DUBAI: Fans of the King of Pop, rejoice. A Michael Jackson tribute show is one of four major concerts headed to Dubai Opera in September, the venue has announced.
The month-long program includes the ballet “Romeo and Juliet, The Greatest Love Story of All Time”; the opera “La Traviata”; a performance by French-Canadian singer-songwriter Margaux Sauve; and “Michael Lives Forever, A Tribute to Michael Jackson.”
The Jackson tribute show features Rodrigo Teaser, and will be staged on Sept. 23 and 24 at 8 p.m. The show includes classic hits such as “Billie Jean,” “Beat It,” “Smooth Criminal” and “Thriller.”
Shakespeare fans can watch his tragic masterpiece come to life with “Romeo and Juliet, The Greatest Love Story of All Time,” courtesy of the State Ballet of Georgia. Performances will take place on Sept. 9 at 8 p.m., Sept. 10 at 2 p.m. and 8 p.m., and Sept. 11 at 2 p.m. and 8 p.m.
Lebanese designer Elie Saab unveils summer 2023 collection in Paris
Updated 38 sec ago
DUBAI: Lebanese designer Elie Saab unveiled his spring/summer 2023 collection at Paris Fashion Week over the weekend.
The line featured stylistic call-backs to the 1960s with its babydoll dresses, miniskirts, crop-tops and jabot collars. However, the designer managed to retain he floaty, contemporary Saab touch he has become famous for.
The first look from Saab at his Paris fashion show fused a 1960s angelic-white crop top and a maxi skirt with an ethnic look, thanks to a construction of interlocking motifs. This fusion of different eras continued throughout the show, which sent out 68 items, The Associated Press reported.
Lace detailing was a big theme and became the front of a baggy pale tracksuit top. In an anachronism that defined this Saab spring aesthetic, it was worn alongside a sheer 1990s' tulle skirt. It had a great swag and could have very well been seen at a music festival in that decade.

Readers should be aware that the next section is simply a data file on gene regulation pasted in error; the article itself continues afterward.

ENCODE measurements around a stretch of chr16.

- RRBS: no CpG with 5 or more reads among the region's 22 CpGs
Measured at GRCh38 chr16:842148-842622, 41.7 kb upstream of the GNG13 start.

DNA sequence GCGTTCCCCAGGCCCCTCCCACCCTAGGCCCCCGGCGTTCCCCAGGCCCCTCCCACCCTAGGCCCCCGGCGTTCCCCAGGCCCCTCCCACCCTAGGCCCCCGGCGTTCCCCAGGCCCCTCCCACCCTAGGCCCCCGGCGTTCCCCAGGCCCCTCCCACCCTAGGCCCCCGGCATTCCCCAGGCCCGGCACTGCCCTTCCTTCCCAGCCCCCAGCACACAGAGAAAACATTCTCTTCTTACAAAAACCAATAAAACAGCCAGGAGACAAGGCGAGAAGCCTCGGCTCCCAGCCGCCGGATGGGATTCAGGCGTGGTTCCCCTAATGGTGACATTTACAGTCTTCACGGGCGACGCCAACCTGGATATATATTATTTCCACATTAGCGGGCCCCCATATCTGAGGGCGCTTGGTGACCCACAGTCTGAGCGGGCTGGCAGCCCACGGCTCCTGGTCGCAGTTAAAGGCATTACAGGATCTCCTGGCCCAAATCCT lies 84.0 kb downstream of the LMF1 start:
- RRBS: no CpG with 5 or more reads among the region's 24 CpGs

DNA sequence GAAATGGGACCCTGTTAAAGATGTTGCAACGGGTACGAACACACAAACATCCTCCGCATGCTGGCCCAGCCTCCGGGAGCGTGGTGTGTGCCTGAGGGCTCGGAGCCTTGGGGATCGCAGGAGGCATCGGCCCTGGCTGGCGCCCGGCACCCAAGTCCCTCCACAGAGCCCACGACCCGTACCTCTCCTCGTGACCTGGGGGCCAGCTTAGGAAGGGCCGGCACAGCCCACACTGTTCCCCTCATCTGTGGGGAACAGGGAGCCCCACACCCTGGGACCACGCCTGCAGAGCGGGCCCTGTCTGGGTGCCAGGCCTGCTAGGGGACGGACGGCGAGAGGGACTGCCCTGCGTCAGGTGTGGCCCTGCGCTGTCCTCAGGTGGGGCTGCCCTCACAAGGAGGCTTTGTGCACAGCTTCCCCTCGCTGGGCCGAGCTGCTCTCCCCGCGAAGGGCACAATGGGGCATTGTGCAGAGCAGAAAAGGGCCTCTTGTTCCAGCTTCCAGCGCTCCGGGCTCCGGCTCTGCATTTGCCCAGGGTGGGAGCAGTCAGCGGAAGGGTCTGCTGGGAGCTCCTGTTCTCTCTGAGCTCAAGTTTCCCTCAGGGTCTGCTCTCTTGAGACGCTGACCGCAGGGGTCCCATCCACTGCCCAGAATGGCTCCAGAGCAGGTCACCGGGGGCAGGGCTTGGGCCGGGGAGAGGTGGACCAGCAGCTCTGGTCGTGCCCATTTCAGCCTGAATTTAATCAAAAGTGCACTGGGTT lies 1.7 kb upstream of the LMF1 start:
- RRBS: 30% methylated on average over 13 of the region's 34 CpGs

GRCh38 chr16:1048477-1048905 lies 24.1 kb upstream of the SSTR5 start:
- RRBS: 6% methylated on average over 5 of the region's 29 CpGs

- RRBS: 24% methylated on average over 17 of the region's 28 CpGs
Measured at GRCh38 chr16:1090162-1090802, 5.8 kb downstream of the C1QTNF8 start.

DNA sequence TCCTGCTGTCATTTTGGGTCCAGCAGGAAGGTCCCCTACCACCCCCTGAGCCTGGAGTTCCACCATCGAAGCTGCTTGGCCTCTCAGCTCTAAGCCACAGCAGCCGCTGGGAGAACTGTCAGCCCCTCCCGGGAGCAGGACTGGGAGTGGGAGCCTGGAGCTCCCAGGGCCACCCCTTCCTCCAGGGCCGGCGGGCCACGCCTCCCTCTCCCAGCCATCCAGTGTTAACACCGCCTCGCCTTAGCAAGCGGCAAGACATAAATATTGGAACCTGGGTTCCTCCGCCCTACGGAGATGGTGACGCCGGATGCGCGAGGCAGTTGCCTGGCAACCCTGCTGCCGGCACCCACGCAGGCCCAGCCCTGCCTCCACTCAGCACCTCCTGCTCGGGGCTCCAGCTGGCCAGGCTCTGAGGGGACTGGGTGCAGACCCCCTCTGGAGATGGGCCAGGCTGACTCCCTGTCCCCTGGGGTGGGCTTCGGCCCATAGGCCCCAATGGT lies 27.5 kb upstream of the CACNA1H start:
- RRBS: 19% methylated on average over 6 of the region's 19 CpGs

Flashes of Barbie pink and citrus contrasted with psychedelic stripes on column silhouettes, sometimes making it feel like Saab was trying to put too much in the mix.
However, the fresh white broderie anglaise, delicate crochet work and crisp cottons played into the summer theme that Saab sought to pull off, with the designer telling Vogue US that he “was just in the mood for something easy to wear, airy like a summer breeze.”
That sentiment was echoed on the fashion house’s social media accounts.
“The Elie Saab Woman drifts onto the scene in gentle warmth and movement. Her colorful confidence is embodied in the ready-to-wear spring/summer 2023 collection, exuding a timeless chic with a touch of garden freshness. Soft and sumptuous textures overlap into free-flowing expressions that carry her carefree assuredness throughout the day,” the label posted on Instagram alongside a video clip of the show.
The star-studded front row at the show featured the likes of Italian actress Monica Bellucci, US actress Eva Longoria, US influencer Olivia Palermo and Mohammed Al-Turki, the CEO of Jeddah’s Red Sea International Film Festival.
“Congrats to the Saab family for another beautiful show,” Al-Turki, who attended the event in an ensemble from Saab’s Haute Couture Men’s collection, posted on Instagram.
DUBAI: Lebanese human rights lawyer Amal Clooney and her actor husband George Clooney this week hosted the first-ever Albie Awards, an event created by the celebrity couple to honor individuals who, at great personal risk, have devoted their lives to justice.